In 1660, women (rather than men) began playing female roles, including female Shakespearean roles, on the professional English stage. Learn more about these early actresses as Folger Theatre stages the play “Nell Gwynn,” the story of an actress who was also the mistress of a king.
With a US audience of tens of millions in its TV release at the same time it was released in American theaters, Laurence Olivier’s film “Richard III” (1955) has left a lasting, sometimes hilarious, legacy in pop culture, from Peter Sellers’s lofty and amusing reading of the Beatles’ “A Hard Day’s Night” in Olivier’s style to modern-day TV villains who speak directly to the camera and win us to their side.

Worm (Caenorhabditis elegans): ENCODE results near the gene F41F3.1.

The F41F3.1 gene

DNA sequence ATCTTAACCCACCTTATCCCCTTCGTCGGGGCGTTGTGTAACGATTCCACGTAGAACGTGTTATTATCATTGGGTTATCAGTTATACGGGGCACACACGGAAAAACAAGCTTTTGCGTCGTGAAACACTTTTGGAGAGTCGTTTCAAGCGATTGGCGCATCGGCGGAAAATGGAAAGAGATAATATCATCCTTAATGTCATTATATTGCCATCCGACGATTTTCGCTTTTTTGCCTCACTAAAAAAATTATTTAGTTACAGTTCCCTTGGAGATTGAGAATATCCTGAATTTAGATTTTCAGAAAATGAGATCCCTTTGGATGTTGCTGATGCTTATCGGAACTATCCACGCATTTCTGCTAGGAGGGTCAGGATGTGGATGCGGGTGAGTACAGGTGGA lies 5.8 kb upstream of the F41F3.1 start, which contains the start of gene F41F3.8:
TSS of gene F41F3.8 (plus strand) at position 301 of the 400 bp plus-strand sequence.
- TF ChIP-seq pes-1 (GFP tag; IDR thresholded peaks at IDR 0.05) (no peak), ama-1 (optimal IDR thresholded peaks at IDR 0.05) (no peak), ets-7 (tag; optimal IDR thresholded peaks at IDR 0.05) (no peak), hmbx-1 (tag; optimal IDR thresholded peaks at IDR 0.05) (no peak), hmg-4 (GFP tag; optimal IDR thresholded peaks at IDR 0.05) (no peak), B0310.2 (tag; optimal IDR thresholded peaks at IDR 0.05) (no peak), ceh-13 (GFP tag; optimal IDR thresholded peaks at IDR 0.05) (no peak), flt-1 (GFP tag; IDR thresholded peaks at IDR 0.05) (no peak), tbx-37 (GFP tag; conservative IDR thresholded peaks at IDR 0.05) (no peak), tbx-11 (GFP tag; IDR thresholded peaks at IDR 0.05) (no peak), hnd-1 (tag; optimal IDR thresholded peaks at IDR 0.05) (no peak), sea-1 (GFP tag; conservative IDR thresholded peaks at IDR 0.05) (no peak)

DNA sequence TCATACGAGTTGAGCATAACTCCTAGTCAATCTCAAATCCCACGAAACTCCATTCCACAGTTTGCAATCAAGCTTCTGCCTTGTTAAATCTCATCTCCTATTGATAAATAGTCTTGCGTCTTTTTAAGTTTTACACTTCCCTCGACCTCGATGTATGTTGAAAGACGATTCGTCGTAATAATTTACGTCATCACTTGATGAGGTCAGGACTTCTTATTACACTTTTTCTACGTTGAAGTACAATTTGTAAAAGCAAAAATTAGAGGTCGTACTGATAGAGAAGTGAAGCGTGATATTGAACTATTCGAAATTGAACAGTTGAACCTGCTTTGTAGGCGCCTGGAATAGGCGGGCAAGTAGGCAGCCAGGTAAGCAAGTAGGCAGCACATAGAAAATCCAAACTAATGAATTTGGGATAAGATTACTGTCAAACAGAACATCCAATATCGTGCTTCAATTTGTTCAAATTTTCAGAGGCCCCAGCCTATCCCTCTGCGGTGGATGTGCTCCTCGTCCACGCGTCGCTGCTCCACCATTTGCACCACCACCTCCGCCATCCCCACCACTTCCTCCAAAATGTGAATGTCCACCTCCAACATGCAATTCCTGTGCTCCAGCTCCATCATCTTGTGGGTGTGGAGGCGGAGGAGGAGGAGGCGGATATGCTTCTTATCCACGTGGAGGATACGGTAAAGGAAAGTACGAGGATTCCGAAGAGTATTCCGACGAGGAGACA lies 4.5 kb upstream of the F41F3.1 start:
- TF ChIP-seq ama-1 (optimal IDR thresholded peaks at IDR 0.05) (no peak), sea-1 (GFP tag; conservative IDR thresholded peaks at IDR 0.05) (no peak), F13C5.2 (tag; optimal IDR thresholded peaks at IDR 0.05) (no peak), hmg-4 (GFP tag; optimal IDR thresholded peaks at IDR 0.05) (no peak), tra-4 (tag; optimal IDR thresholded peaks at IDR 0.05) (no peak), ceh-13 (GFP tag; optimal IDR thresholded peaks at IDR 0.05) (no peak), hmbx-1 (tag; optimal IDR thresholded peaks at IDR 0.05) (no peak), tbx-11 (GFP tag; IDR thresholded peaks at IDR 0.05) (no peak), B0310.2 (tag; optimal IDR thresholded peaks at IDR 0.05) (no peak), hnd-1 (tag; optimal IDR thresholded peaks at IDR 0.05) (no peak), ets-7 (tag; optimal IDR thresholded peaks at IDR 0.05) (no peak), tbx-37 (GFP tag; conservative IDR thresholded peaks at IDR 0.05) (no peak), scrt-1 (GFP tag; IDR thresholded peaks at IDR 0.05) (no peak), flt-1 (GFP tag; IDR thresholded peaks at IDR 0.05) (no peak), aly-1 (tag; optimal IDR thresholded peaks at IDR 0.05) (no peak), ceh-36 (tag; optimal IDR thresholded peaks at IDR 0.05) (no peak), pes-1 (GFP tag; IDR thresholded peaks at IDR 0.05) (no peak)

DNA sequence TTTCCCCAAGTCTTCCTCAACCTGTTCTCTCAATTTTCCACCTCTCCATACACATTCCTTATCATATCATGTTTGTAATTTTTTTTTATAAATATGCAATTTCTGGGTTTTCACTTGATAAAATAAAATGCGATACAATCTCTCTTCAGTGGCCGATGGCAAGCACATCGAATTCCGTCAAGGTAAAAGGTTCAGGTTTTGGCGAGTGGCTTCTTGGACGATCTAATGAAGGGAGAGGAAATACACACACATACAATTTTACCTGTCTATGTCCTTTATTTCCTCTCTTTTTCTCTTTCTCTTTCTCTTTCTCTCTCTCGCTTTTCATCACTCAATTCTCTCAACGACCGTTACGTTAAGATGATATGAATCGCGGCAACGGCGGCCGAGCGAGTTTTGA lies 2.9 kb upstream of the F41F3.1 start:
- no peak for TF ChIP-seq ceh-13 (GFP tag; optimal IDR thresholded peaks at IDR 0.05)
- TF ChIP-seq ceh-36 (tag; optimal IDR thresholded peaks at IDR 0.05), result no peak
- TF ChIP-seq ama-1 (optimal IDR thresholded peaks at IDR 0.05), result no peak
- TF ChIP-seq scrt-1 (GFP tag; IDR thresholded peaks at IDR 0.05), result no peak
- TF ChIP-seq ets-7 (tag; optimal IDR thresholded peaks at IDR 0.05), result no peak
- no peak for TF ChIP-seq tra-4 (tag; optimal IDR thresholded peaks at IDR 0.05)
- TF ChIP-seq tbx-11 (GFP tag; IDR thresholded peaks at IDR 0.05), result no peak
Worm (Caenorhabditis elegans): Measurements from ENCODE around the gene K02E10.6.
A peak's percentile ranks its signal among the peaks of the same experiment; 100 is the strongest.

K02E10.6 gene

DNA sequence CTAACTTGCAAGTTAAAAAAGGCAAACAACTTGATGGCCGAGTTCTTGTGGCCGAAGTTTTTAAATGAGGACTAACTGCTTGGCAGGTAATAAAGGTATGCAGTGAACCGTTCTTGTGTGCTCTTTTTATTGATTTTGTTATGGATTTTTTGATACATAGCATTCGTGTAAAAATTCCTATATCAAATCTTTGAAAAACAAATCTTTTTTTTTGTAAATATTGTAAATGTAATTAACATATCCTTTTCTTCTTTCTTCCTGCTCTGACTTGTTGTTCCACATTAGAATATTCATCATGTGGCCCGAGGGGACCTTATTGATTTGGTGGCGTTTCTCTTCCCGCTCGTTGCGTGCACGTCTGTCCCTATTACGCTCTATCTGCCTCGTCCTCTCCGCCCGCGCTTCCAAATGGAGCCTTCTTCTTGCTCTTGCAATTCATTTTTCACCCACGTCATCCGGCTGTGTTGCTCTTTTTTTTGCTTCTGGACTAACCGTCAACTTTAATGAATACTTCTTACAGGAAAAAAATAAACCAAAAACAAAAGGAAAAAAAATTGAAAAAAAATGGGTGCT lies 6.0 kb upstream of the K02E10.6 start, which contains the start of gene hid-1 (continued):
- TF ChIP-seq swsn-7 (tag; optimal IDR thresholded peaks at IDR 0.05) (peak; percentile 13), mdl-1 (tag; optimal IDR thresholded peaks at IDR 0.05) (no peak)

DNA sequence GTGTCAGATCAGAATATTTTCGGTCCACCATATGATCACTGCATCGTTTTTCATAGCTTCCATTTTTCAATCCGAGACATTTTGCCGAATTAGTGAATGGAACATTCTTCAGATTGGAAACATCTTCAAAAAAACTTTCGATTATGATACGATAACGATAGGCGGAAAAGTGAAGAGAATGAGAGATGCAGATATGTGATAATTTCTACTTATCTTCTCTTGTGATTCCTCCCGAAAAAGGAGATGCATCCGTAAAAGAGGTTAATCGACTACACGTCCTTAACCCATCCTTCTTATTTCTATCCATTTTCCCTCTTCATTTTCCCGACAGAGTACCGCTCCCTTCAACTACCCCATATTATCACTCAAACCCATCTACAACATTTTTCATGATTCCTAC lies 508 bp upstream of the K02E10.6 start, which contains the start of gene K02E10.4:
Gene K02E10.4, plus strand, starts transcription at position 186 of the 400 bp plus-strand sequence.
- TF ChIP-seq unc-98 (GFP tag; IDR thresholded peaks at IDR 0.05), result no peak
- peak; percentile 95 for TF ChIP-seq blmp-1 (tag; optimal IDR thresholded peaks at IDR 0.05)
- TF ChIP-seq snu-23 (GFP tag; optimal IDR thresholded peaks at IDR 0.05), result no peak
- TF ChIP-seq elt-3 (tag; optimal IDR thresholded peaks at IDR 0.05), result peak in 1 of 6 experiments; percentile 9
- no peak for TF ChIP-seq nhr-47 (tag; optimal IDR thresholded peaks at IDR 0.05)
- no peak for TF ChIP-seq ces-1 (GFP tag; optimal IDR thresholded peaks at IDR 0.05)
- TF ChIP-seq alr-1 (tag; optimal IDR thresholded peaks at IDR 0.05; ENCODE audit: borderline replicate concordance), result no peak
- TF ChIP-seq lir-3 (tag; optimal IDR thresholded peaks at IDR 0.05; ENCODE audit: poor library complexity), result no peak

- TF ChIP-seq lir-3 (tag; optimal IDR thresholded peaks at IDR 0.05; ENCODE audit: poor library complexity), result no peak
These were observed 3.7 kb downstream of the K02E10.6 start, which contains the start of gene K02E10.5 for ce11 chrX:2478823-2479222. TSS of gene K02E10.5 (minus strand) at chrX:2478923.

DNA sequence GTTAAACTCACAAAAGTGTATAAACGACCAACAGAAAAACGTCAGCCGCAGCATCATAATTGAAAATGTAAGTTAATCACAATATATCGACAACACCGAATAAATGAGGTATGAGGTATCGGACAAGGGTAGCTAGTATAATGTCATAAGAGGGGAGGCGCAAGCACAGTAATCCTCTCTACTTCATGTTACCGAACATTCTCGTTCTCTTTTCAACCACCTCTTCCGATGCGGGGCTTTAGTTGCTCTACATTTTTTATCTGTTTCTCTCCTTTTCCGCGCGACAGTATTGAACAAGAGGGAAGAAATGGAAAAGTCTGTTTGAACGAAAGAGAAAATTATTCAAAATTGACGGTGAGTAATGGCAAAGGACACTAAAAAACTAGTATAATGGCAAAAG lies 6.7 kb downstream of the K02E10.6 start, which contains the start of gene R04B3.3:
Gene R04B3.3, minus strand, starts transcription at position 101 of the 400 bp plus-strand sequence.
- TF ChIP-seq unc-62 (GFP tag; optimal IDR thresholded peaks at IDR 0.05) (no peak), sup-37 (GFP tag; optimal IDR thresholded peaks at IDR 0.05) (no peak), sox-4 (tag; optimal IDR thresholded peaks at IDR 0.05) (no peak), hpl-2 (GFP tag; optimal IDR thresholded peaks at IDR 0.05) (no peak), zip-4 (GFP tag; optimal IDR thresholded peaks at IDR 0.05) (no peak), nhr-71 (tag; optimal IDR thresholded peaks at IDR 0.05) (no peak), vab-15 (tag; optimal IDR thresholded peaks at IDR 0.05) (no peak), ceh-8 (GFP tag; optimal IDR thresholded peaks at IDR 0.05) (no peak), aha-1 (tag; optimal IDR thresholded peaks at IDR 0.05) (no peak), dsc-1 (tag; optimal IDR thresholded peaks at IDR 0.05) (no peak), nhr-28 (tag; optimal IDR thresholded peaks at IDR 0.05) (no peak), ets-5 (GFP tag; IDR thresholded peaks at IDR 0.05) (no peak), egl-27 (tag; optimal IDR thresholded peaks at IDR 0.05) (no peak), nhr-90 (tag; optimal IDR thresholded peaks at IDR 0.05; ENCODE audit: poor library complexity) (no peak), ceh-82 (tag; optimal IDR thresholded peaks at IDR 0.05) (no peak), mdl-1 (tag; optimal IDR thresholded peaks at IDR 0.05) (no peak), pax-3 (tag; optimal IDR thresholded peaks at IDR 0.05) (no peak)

The perfect post for a winter’s day: Marissa Nicosia shares an early modern recipe for hot chocolate, associated with 17th-century author, botanist, and pirate William Hughes.
Every month, we share a snapshot of Shakespeare in performance across the country. What’s onstage in January? We visit our theater partners to find out.
Among the many treasures of the Folger is a lavish “Cosway binding” that includes five unique miniatures by a 20th-century British artist, “Miss C. B. Currie,” based on the images from the book itself. One of the oddest to modern eyes is the all-white bust from Stratford.
Recent news about proteomics (the study of proteins) in the humanities has included a Folger Shakespeare Library project, irreverently called Project Dustbunny, that studies proteins in rare books to learn about those who once handled or read them.